Surveys are everywhere. Millions go out every day, to people responding as customers, employees, citizens, members, attendees, and every other capacity. Seismic decisions rest on survey data; million-dollar sums hang in the balance. So much effort is put towards driving up response rates, and yet so little attention is paid to getting higher quality data.

What are the obstacles to improving the quality of survey data? And how can UX help to solve these problems?


Don’t forget the respondents

Perhaps the most important element in running a successful survey is also the most overlooked: the cognitive stress load the survey places on respondents.

While much is said about proper methods of sampling, delivery, and follow-up, minimizing respondents’ cognitive stress with well-written, well-designed surveys is in fact one of the most effective ways to improve data quality and raise response rates.

Cognitive stress is a term that refers to the level of internal apprehension and anxiety in users of a system (or in this case, respondents to a survey). High cognitive stress among survey respondents undermines the data by clouding it with inaccurate responses made in confusion and error. If that stress load gets too high, respondents are likely to drop out and leave the researcher with no data at all.



So what survey design mistakes are responsible for creating cognitive stress? While they manifest in a variety of ways, mistakes generally fall into one of 3 broad categories:

1. Fatigue: Respondents become mentally exhausted due to length, repetitiveness, or overwhelming complexity.

2. Answerability: Respondents are unable to provide accurate responses due to insufficient knowledge or recall, unsatisfactory multiple choice options, or an unwillingness to provide an honest answer.

3. Clarity: Respondents misinterpret or fail to understand the questions, or are misled by poor word choice and question phrasing.

All 3 of these kinds of mistakes make the survey a more frustrating experience for the respondent and lead directly to lower quality data full of inaccuracies. That’s where user experience thinking comes in handy.


Injecting user-centric thinking

Typically, UX solutions are applied to website and app design, but surveys are just as much a product with a user experience that can be optimized.

Usability testing, so prominent in web and app design, allows designers to see how real people interact with their product and where they become confused, frustrated, or tempted to give up. Applying such research methods to survey design grants the researcher real insights into design flaws before the survey ever goes out, so the spots generating the most cognitive stress can be targeted for rethinking and rewriting.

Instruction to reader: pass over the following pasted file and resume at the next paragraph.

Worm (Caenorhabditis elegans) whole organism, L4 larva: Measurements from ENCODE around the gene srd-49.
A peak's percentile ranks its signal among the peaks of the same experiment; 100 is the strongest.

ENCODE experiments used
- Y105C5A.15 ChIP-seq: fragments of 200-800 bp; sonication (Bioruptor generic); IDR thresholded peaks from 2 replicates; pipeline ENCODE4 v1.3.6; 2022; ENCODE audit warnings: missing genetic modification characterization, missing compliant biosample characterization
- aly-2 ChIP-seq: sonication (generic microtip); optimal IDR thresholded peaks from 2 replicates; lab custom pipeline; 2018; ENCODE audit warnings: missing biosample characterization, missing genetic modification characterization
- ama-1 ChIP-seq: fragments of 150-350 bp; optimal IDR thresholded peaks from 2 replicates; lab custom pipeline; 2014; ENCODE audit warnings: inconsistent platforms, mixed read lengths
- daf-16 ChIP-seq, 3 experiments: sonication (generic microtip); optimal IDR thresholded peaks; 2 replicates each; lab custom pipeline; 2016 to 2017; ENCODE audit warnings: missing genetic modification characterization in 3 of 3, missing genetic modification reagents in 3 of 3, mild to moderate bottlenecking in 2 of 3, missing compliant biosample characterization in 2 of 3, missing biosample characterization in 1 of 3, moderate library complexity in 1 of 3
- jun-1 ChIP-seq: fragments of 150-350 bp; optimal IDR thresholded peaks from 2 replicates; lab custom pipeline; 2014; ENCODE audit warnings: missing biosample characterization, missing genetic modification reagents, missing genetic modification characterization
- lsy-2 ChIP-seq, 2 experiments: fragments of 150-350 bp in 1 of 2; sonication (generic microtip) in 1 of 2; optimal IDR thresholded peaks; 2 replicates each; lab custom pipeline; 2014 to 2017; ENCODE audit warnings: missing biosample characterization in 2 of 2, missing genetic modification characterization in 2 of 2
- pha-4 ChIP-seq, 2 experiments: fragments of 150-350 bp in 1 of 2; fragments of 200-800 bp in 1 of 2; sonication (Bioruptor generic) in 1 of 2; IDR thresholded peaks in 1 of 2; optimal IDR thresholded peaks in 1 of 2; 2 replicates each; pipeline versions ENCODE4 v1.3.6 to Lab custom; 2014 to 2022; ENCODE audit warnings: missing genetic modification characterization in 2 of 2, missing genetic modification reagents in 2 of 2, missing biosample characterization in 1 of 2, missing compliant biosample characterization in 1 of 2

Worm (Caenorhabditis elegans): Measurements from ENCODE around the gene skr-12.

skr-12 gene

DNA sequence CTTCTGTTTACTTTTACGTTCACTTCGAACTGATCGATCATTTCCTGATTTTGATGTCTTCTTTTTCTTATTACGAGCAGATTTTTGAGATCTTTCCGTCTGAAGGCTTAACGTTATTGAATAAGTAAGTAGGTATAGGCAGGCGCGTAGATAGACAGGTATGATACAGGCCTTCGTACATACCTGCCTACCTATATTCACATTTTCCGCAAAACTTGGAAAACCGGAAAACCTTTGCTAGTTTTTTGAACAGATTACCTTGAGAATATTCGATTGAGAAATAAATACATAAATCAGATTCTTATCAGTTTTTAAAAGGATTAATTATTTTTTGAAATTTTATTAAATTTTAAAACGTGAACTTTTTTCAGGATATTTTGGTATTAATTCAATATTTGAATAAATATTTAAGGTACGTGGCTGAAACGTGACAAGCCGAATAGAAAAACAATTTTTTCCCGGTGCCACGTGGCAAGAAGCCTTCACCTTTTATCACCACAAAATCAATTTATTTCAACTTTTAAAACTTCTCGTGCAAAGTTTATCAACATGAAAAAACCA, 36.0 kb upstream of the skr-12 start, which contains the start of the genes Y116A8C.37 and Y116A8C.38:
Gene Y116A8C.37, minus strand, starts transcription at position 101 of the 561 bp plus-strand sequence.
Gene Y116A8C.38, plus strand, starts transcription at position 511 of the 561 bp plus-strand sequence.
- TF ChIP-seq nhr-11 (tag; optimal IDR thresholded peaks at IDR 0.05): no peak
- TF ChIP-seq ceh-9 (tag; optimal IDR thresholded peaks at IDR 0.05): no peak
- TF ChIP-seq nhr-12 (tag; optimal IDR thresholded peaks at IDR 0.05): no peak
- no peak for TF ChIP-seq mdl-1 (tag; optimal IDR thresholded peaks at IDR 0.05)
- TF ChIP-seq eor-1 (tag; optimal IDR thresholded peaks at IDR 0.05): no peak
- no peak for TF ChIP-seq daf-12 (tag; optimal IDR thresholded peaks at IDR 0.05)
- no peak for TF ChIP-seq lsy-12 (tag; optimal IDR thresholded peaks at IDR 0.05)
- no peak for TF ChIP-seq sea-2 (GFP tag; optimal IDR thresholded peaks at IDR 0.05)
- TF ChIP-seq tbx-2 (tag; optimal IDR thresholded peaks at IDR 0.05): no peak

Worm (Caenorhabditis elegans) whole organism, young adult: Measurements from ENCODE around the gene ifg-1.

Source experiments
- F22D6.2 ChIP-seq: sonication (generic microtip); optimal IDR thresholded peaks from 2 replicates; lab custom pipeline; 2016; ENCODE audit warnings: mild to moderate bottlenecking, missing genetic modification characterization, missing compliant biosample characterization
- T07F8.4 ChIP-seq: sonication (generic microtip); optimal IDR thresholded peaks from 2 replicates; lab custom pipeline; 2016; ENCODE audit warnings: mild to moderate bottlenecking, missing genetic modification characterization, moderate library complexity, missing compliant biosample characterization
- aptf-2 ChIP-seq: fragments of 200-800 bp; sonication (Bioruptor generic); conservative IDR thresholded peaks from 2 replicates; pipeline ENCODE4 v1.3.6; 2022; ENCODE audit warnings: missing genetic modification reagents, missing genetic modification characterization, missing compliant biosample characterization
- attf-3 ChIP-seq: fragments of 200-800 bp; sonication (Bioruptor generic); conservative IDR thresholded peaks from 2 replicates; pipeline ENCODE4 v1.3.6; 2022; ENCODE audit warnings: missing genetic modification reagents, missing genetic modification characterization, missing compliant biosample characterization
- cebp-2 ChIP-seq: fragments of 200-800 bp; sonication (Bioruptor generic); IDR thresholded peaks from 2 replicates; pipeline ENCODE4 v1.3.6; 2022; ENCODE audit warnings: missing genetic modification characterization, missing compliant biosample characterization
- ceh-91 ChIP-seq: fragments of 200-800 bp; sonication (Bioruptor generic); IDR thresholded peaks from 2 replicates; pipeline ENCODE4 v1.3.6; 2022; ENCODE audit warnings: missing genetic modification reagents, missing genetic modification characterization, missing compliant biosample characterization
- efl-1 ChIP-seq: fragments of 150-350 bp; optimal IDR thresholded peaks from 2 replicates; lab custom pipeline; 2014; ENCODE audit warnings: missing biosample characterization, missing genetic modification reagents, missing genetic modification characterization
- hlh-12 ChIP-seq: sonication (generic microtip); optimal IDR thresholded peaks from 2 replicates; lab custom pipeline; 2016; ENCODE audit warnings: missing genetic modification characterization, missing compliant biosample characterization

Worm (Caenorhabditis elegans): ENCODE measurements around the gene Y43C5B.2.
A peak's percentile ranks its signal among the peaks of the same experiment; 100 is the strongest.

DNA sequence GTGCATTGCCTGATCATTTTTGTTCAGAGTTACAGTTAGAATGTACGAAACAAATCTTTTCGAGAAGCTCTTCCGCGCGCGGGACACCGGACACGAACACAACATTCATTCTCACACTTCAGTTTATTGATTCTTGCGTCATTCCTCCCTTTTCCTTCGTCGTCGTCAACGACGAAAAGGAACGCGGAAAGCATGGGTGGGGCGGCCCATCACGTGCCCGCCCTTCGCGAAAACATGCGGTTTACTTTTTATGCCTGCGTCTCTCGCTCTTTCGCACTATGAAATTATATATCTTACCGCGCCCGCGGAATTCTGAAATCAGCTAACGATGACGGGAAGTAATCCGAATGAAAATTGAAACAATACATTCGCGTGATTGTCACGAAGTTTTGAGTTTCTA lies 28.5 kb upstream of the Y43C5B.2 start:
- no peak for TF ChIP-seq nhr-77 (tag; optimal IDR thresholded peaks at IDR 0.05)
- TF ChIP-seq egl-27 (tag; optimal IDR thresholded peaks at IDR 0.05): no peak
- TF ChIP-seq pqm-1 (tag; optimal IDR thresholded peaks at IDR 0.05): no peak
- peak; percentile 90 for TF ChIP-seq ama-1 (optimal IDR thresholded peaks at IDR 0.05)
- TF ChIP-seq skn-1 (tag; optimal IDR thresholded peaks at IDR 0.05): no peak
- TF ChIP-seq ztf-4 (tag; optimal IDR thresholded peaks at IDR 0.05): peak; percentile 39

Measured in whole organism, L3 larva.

With the ability to crowdsource user testing for easy and scalable research, such a solution is easily applied, and a parallel development in the UX field – the rise of quantitative usability metrics – offers opportunities for getting an even more thorough, systematic understanding of cognitive stress in survey design.


The Survey Respondent Score (SRS)

The Survey Respondent Score has been jointly developed by QuestionPro, TryMyUI, and MeasuringU to measure cognitive stress levels in survey respondents and paint a multi-dimensional portrait of design flaws stemming from fatigue, answerability, and clarity.

Based loosely on widely-used and respected metrics like the System Usability Scale, the SRS is the long-awaited key to understanding the survey field’s most overlooked issue.


To learn more about the Survey Respondent Score and the integration of our usability testing tools into QuestionPro’s survey design process, watch the full SRS webinar recording with QuestionPro and Jeff Sauro of MeasuringU.

By Tim Rotolo

Tim Rotolo is a co-founder at Trymata, and the company's Chief Growth Officer. He is a born researcher whose diverse interests include design, architecture, history, psychology, biology, and more. Tim holds a Bachelor's Degree in International Relations from Claremont McKenna College in southern California. You can reach him on Linkedin at or on Twitter at @timoroto

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